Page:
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February 23, 2010

Cell Cease Application Reduces Cause of Distractions and Accidents for Teens



By Deepika Mala, TMCnet Contributor


The combination of teens and cars has always been risky. While driving, these inexperienced drivers come across many distractions provided by passengers, music and roadside scenery. In addition to all these, now the cell phones have also emerged as one of the dangerous distractions for them.

 
The popularity of texting and the introduction of smartphones to a great extent have been responsible for increasing the distractions provided by the cell phones. With smartphones, that are capable of doing anything from playing music to email, taking pictures and storing pictures, the teens get so engrossed that sometimes they miss out on the traffic signals and put themselves at risk while driving.
 
A new cell phone application named the Cell Cease application has been designed to limit all the distractions caused during driving. This application will block all the calls and texts while a vehicle is in motion.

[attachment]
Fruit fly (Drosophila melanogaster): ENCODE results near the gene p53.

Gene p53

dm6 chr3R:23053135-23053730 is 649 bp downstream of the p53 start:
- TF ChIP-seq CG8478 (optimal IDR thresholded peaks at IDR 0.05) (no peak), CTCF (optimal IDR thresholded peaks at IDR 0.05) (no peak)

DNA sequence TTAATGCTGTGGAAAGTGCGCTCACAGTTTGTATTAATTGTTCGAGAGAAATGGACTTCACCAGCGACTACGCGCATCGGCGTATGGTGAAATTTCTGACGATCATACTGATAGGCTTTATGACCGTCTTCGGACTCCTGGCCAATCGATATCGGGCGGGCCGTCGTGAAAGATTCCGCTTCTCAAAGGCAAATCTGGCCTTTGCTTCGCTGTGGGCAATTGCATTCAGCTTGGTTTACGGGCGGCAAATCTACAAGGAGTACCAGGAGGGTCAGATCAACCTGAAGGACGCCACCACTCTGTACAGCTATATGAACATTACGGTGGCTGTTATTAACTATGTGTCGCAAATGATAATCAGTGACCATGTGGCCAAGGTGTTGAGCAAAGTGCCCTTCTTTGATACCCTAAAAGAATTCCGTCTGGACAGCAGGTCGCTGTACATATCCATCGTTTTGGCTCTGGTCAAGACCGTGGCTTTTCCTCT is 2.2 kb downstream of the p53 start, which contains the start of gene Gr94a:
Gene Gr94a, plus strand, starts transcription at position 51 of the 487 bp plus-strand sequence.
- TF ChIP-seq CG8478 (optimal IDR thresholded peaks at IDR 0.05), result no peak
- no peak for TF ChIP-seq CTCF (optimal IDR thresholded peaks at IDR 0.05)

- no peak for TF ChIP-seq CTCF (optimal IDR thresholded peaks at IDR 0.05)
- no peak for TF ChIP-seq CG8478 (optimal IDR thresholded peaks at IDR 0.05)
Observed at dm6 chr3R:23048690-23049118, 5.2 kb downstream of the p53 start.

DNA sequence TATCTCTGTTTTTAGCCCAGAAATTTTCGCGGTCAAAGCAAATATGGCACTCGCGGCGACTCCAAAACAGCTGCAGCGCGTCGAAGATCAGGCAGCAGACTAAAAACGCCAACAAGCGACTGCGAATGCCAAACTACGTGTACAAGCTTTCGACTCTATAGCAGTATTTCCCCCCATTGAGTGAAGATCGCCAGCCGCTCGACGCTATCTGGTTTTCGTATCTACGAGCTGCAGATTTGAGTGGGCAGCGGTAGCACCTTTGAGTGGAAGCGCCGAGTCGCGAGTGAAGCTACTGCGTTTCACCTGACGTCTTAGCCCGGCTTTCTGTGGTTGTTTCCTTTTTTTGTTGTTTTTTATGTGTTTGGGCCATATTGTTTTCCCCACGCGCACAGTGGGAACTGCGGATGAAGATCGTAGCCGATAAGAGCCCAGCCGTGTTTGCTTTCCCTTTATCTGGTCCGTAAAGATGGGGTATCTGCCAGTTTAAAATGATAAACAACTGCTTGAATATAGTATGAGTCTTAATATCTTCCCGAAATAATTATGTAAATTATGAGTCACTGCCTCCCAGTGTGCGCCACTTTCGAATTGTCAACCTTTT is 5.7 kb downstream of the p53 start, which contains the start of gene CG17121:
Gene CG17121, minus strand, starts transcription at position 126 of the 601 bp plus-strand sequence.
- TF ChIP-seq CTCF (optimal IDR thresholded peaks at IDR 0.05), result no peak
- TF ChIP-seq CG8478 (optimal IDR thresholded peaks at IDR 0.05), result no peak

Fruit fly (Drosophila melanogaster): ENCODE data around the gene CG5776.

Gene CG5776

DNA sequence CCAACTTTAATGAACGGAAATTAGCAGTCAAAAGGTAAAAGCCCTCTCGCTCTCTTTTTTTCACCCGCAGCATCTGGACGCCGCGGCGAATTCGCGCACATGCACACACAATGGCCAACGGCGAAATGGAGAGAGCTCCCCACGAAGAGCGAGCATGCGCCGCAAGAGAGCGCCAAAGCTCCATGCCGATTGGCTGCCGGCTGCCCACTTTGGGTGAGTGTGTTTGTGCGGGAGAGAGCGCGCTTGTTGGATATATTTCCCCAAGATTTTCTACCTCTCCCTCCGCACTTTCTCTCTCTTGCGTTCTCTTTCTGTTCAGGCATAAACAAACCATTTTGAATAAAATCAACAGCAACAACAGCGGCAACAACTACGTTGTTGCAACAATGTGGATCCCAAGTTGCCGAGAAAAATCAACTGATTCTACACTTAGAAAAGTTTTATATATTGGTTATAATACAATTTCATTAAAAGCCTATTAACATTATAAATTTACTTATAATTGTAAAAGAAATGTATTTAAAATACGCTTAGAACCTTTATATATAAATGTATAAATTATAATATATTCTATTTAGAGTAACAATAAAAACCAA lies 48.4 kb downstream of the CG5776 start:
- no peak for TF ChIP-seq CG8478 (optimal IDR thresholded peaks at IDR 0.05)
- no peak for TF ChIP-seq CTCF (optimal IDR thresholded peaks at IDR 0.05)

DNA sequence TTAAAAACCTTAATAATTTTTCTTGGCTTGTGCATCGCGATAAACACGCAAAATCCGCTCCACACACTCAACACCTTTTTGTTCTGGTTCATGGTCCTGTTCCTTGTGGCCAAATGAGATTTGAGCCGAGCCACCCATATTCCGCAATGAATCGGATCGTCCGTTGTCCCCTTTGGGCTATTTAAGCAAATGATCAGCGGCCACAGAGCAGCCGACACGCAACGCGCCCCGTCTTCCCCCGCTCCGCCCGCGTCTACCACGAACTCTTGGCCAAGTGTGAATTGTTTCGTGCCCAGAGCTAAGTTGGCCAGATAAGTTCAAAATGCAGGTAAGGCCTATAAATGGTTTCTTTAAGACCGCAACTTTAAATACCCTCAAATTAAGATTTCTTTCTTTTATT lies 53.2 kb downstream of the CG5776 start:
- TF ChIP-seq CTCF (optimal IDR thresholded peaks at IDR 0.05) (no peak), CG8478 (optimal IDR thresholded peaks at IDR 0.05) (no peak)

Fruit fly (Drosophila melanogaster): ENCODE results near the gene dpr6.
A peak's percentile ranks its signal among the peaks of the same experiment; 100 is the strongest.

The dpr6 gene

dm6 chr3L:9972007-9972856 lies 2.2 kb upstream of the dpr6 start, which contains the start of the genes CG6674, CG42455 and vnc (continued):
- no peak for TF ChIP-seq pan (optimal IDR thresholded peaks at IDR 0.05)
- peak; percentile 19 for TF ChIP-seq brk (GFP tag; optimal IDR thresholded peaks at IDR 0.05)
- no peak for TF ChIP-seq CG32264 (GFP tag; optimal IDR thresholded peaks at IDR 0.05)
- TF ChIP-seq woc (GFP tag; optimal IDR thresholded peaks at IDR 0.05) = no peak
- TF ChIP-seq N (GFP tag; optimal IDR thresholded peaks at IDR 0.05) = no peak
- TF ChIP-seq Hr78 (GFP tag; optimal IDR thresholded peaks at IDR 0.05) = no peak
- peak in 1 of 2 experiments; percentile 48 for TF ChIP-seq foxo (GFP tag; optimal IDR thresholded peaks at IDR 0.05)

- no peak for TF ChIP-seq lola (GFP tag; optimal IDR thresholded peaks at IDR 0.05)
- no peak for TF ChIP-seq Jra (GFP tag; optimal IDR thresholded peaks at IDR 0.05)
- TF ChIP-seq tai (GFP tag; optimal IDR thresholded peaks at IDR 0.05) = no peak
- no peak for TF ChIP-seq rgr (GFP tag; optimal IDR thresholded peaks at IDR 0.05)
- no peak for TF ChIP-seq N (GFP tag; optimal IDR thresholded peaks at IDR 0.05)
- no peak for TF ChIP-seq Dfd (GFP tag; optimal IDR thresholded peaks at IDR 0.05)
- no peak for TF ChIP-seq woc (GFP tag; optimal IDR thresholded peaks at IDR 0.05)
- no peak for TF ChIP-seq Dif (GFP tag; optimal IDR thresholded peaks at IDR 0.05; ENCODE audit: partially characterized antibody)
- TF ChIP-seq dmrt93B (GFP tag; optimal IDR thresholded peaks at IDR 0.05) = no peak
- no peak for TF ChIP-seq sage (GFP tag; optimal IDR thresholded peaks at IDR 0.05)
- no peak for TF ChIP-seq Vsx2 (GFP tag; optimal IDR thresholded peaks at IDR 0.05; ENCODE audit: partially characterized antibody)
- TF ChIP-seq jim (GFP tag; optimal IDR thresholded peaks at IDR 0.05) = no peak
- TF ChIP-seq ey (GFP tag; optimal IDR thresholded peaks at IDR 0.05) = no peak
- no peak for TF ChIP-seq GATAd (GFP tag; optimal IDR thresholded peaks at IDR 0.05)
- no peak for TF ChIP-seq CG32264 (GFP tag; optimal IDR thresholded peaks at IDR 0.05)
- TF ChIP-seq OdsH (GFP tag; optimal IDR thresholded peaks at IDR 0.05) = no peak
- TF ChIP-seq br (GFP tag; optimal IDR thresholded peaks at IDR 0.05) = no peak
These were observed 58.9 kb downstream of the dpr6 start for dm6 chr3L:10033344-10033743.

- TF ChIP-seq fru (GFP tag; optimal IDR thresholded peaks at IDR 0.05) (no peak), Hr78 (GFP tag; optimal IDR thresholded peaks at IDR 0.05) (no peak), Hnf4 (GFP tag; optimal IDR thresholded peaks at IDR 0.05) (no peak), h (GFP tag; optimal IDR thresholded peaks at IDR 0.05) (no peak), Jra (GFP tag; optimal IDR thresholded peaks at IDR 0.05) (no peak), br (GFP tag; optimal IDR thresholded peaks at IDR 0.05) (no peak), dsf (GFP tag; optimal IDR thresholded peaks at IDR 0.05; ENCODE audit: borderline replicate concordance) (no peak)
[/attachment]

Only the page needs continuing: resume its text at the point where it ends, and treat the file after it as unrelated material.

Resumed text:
The teens, through the Cell Cease application, will be prohibited from texting while driving. However, the application will allow them to send and receive calls from a list of approved numbers, which parents can control and modify using a PIN code. Further, the Cell Cease application also allows emergency calls to and from 911.
 
A recent study by the Pew (News - Alert) Research Center's Internet & American Life Project shows that 25 percent of U.S. teens aged 16 to 17 who have cell phones admitted to texting while driving, and twice as many say they have been in the car with someone that has. Such driving distractions have caused a reported 5,870 fatalities and 515,000 injuries in the past year, according to the National Highway Traffic Safety Administration. Texting has been found to be so dangerous, professional truck and bus drivers who “text and drive” can be subject to civil or criminal penalties of up to $2,750.
 
“Every young driver has a whole world of new things to concentrate on,” Brad White, CEO of Cell Cease says. “With Cell Cease, their phones are limited to emergency and parentally approved calls while driving, but unlimited when they are not. This reduces a primary cause of distractions and accidents for teens.”
 
The new Cell Cease application has come as a proactive option for parents who want to ensure young drivers are keeping their eyes on the road and their hands on the steering wheel.
 
In related news, Total Immersion, the world leader in augmented reality, has announced that it has signed an exclusive distribution partnership with int13, a French software firm that specializes in next-gen smartphone applications.

Deepika Mala is a contributing editor for TMCnet. To read more of her articles, please visit her columnist page.

Edited by Michael Dinan


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